Thursday, 28 December 2017

The Selah Branch

The Selah Branch

by Ted Neill

4 out of 5

Synopsis
As a black college student in the rural West Virginia town of Selah Station, Kenia Dezy already feels out of place. But when an unexplained phenomenon starts transporting her back to pre-civil rights 1953, she finds herself woven into a tapestry of racial triumphs and tragedies. She begins to unravel secrets that powerful men would rather keep hidden, even if it means massacring an entire town through an industrial disaster. At the intersection of race, gender, class, and privilege, Kenia must navigate a community and a country wresting with its past, present, and future identities.



Review
Reviewed by K S Marsden for Readers' Favorite

In The Selah Branch: A Novel of Time Travel and Race in America by Ted Neill, when Kenia's summer intern plans fall through, she thinks that spending months in Selah Branch, researching poor diets in poor communities, will be a frustrating waste of time. She has to research the usability of a new app, designed to help the average American create a more nutritious diet. Kenia doubts the usefulness of the app itself in a Trump state with vast unemployment, alcohol and drug addiction, and where people can't afford or can't source fresh food. What she doesn't know is that maybe fate brought her there to change everything. Kenia is black, and a woman. This is more than enough to make her feel threatened by the way the world is going. Kenia maintains a professional air and quickly becomes interested in the town's history. Selah Branch had once been a forward-thinking utopia where races and genders were equal, and Kenia starts to dig into where it all went wrong.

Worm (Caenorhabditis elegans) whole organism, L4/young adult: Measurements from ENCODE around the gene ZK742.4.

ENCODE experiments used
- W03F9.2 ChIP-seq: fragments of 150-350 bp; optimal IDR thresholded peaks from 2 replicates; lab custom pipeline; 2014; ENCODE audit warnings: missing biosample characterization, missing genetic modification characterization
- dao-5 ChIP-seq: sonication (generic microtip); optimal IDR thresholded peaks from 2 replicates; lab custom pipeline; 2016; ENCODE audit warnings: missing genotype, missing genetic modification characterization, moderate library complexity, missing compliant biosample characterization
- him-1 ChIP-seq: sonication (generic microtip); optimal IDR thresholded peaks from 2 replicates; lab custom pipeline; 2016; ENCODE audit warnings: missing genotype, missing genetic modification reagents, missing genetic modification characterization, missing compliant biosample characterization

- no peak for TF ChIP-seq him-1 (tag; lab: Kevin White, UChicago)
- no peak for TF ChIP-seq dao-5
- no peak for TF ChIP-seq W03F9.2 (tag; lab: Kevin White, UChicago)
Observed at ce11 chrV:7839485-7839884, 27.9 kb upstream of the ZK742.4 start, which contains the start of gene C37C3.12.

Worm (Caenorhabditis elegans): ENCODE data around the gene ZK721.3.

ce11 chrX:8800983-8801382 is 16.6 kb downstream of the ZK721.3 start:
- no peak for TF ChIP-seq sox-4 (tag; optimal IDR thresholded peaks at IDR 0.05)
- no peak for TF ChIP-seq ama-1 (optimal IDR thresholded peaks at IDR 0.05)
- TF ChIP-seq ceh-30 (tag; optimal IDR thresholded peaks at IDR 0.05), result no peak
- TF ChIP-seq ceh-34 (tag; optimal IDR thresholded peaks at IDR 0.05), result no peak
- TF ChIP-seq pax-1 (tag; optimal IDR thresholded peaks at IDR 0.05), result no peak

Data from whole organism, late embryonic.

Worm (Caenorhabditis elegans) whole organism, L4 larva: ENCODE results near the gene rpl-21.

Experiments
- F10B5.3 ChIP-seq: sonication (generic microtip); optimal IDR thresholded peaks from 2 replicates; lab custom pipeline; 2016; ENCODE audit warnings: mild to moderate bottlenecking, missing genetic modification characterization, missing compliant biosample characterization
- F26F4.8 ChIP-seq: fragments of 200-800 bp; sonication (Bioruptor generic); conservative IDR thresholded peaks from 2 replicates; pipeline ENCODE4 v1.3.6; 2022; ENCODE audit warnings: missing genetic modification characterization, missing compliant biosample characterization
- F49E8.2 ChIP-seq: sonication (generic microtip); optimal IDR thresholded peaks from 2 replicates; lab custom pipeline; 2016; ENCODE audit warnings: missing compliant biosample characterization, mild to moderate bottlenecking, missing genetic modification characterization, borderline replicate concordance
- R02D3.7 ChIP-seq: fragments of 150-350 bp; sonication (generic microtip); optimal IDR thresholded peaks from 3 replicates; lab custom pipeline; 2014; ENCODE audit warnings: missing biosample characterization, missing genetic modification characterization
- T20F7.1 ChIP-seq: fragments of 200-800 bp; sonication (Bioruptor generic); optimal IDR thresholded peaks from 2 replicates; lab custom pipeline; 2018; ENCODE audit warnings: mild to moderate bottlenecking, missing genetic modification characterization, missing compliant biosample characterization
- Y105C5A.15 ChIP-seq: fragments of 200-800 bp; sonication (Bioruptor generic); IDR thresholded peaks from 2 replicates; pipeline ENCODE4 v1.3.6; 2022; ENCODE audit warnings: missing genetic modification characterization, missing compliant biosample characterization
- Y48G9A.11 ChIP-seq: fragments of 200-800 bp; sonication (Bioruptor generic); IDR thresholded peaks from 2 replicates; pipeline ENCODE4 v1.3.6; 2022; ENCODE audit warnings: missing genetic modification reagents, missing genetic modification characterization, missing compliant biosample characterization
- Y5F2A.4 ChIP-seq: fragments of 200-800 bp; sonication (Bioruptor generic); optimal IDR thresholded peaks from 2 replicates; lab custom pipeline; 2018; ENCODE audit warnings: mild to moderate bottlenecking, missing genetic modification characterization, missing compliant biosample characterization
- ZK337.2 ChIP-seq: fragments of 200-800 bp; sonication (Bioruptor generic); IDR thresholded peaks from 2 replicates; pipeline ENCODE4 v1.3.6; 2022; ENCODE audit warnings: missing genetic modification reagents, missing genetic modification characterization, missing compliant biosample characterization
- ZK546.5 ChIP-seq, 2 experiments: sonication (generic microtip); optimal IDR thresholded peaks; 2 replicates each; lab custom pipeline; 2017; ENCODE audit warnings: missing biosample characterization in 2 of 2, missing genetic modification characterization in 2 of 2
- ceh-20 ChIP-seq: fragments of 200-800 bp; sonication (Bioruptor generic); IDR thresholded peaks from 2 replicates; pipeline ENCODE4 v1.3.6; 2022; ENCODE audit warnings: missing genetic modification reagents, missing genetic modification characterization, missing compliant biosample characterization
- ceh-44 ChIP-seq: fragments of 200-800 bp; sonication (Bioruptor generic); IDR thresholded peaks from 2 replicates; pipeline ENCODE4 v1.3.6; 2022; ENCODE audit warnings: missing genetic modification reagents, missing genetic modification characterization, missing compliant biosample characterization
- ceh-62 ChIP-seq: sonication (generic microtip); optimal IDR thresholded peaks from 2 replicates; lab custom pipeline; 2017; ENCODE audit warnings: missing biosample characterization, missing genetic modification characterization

This story is very current and up to date with the politics and racial tension occurring in the US. It is well-written, and you stand beside Kenia as she goes through the struggles and prejudices that are very real for many people. The story takes on a sci-fi twist, as Kenia learns that she has inherited a time-traveling gene from her African roots. In increasingly long and dangerous jumps, Kenia is shot back to 1953, to the time of the disaster which destroyed Selah. The Selah Branch has a very scientific voice. The first half, in particular, could have been a university essay condemning the political machinations that gave rise to a new wave of racism. There were a few info dumps as a way to give a full and immediate description of the place. The second half is smoother as Kenia starts to make friends with some of the townsfolk, and the mystery of Selah Branch is slowly uncovered. Then the adventure really starts to kick off. In the end, I really enjoyed this book.

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